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Occasional flashes of brilliance in Young's buried treasure
on 14 June 2011
The latest in the Neil Young Archives Performance Series, A Treasure is an unlikely collection of songs from Young's deeply unfashionable 80s period, including cuts from the Old Ways album whose style this live recording most closely resembles. While Old Ways is probably the only one of his Geffen albums still worth listening to in its entirety, it is one of a series of releases considered unrepresentative of Young's more familiar output, as a result of which Geffen eventually sued him. Its hardcore country leanings are tempered on A Treasure, partly because the live band that Neil Young had put together, consisting of Tim Drummond, Ben Keith, Spooner Oldham, Rufus Thibodeaux and others, represented the very best musicians available; and partly also because new life was breathed into old songs, including an almost inspired version of 'Southern Pacific', more familiar from the plodding version on the pedestrian Re-Ac-Tor album.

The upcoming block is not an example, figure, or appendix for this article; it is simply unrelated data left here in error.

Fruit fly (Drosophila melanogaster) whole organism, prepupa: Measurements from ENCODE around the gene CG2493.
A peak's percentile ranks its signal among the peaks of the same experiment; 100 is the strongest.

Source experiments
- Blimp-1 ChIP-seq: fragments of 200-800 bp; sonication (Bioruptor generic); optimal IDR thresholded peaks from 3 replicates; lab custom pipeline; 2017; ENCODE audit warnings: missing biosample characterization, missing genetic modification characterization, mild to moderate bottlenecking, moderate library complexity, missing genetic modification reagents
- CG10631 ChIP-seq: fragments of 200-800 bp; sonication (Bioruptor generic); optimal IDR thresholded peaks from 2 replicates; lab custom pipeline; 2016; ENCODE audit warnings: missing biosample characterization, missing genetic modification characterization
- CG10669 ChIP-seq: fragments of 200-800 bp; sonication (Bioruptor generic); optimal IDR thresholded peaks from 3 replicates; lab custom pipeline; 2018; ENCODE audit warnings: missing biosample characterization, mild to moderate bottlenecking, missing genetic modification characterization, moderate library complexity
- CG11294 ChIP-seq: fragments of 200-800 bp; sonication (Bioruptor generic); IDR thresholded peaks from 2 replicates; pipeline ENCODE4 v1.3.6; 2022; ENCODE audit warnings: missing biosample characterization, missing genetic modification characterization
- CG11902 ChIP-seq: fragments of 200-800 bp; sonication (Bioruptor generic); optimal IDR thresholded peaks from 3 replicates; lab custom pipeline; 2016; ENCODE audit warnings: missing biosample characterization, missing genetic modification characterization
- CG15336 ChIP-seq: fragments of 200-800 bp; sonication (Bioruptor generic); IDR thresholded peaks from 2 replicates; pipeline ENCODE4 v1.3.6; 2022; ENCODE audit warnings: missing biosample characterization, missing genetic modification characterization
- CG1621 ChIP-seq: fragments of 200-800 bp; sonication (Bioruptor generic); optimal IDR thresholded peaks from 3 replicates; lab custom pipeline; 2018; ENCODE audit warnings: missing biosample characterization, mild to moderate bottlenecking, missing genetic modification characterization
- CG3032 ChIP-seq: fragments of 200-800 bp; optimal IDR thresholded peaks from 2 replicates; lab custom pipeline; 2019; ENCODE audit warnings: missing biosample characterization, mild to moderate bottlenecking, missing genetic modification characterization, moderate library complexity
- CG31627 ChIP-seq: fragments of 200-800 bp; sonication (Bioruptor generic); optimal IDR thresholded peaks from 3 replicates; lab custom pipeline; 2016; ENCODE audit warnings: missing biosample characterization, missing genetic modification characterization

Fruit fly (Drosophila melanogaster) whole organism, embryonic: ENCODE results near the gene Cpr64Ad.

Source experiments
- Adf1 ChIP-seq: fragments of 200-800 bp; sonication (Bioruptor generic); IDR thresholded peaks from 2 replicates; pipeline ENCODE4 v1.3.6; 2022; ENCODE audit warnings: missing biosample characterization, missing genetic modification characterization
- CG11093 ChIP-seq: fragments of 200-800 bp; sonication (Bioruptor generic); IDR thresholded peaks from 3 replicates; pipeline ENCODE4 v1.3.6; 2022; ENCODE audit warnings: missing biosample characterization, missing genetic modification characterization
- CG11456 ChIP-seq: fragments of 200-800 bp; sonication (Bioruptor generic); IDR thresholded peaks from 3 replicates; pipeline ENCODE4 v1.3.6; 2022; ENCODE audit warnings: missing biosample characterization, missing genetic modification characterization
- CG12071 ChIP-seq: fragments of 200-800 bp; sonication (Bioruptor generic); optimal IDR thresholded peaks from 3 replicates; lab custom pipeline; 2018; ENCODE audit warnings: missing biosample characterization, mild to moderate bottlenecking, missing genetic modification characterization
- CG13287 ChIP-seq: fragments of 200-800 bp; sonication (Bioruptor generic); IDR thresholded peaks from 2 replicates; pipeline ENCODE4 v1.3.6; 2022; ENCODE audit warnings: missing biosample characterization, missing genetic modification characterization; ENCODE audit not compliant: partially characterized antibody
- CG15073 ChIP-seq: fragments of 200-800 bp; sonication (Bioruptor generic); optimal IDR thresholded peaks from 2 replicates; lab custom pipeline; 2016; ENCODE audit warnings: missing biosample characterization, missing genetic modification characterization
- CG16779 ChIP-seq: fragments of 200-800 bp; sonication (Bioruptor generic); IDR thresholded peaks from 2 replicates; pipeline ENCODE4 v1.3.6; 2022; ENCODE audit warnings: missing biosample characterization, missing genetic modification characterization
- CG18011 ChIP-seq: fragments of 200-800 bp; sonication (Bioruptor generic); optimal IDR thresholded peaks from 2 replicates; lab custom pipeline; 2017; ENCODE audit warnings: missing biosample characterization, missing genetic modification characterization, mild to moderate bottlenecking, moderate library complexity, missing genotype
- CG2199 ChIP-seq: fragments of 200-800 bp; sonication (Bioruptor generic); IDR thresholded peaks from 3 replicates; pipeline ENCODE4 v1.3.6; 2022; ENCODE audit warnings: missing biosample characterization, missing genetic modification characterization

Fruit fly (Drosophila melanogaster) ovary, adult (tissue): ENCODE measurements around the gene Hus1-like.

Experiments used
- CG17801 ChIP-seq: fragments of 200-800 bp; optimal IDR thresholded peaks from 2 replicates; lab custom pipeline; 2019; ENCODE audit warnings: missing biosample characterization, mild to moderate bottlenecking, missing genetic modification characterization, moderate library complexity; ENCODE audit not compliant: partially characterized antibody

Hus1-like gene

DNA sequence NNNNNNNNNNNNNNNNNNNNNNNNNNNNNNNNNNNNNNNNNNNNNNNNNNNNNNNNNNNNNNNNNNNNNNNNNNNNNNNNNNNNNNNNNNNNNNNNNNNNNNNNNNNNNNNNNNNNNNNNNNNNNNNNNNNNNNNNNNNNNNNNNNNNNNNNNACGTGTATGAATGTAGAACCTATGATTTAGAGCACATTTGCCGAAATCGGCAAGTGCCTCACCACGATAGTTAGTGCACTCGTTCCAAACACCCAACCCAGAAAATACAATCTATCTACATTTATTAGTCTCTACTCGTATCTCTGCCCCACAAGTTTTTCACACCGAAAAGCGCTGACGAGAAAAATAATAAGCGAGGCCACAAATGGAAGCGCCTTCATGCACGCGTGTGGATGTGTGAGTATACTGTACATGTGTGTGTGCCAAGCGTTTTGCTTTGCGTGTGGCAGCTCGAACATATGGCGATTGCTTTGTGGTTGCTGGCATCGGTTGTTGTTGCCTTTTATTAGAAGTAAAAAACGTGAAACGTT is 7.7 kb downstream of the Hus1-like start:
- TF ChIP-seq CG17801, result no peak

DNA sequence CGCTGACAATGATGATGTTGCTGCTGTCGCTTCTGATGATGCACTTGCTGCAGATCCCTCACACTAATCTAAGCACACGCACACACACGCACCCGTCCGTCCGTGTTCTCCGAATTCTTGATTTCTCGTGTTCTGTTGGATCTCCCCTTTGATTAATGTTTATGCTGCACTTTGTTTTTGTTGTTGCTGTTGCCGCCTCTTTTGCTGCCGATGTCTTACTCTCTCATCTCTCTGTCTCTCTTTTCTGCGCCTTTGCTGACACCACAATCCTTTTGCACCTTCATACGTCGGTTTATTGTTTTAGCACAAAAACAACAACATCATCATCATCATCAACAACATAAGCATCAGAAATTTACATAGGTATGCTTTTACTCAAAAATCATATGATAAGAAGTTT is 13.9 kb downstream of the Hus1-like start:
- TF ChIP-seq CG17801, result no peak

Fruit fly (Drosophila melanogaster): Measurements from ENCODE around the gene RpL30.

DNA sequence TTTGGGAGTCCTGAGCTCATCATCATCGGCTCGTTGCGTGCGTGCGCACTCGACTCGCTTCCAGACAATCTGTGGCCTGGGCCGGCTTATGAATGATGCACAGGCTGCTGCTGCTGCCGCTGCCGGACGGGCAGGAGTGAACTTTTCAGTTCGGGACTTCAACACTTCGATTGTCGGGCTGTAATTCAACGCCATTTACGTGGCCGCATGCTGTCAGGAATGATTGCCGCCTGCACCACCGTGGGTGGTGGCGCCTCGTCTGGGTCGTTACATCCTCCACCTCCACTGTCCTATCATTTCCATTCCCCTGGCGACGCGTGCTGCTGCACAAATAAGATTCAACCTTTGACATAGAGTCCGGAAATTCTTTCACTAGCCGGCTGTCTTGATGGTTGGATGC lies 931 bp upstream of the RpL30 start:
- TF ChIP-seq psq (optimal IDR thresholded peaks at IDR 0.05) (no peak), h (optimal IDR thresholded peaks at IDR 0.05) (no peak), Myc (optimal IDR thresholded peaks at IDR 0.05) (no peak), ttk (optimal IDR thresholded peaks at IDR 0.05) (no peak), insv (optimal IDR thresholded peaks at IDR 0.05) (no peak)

While there are other inspired moments on A Treasure, including a version of 'Flying On The Ground Is Wrong' originally on the first Buffalo Springfield album from 1966, and a magnificent performance of 'Grey Riders', one of the great unreleased Neil Young songs, which begins as a country stomp, and ends reminiscent of 'Like A Hurricane' drenched in disintegration and feedback. Other 'lost' material appears, including 'Amber Jean', which is competent but less inspirational, and in total the album features 5 previously unreleased songs. All are painted to a greater or lesser extent in the country stylings with which Neil Young was experimenting at this stage in the mid-80s. It is an unexpected and unusual choice of release, given the fact that Young's classic 70s archive material has yet to appear, but adds weight to a positive reassessment of an under-appreciated and often dismissed period of his career. It is also a timely release, coming less than a year after the death of Ben Keith, one of Neil Young's longest serving and most inspired musicians, whose comment on hearing the tracks again, led directly to the album's title. While the overall effect of A Treasure is slightly underwhelming, it is nevertheless a worthy and welcome addition to a series of live recordings that is becoming almost essential.